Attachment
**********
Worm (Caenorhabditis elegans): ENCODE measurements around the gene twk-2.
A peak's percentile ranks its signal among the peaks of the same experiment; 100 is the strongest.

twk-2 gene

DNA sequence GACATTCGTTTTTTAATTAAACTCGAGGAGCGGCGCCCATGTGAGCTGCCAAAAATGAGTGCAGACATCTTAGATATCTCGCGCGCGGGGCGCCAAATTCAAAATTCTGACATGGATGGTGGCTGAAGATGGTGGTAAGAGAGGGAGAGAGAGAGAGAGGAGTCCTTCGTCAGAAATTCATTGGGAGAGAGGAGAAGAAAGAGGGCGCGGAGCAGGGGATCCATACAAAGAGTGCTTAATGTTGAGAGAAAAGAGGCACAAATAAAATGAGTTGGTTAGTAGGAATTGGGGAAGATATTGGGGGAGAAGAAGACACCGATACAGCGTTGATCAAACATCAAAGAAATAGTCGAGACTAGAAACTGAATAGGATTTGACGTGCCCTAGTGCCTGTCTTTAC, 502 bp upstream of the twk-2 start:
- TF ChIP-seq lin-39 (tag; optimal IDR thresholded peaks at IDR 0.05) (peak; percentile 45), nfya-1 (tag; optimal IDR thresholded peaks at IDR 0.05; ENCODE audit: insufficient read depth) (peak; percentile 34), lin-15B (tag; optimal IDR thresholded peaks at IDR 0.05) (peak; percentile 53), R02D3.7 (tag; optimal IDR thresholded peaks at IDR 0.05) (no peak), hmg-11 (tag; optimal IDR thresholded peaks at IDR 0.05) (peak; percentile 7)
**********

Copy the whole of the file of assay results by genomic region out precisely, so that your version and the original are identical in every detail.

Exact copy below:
Worm (Caenorhabditis elegans): ENCODE measurements around the gene twk-2.
A peak's percentile ranks its signal among the peaks of the same experiment; 100 is the strongest.

twk-2 gene

DNA sequence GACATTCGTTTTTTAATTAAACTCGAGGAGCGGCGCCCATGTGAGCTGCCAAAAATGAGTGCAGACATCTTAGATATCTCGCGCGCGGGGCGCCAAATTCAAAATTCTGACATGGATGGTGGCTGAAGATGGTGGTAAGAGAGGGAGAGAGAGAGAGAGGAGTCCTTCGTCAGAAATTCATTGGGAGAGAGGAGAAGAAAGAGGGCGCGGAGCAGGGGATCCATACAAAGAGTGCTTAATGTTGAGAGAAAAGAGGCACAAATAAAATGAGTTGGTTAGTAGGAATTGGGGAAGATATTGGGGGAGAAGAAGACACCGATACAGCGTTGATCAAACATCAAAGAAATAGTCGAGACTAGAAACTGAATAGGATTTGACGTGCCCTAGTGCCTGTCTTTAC, 502 bp upstream of the twk-2 start:
- TF ChIP-seq lin-39 (tag; optimal IDR thresholded peaks at IDR 0.05) (peak; percentile 45), nfya-1 (tag; optimal IDR thresholded peaks at IDR 0.05; ENCODE audit: insufficient read depth) (peak; percentile 34), lin-15B (tag; optimal IDR thresholded peaks at IDR 0.05) (peak; percentile 53), R02D3.7 (tag; optimal IDR thresholded peaks at IDR 0.05) (no peak), hmg-11 (tag; optimal IDR thresholded peaks at IDR 0.05) (peak; percentile 7)